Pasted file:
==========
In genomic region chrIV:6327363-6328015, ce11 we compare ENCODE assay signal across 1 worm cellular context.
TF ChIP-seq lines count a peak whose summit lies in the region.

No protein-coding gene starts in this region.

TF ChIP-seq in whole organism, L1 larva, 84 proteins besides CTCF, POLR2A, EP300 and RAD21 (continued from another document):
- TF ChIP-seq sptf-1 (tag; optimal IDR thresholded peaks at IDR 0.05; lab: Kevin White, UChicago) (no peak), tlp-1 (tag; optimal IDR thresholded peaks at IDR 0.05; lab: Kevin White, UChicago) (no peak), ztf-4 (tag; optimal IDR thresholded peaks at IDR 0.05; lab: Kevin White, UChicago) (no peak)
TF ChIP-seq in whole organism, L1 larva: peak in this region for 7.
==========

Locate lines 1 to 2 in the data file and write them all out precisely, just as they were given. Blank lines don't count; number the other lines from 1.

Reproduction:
In genomic region chrIV:6327363-6328015, ce11 we compare ENCODE assay signal across 1 worm cellular context.
TF ChIP-seq lines count a peak whose summit lies in the region.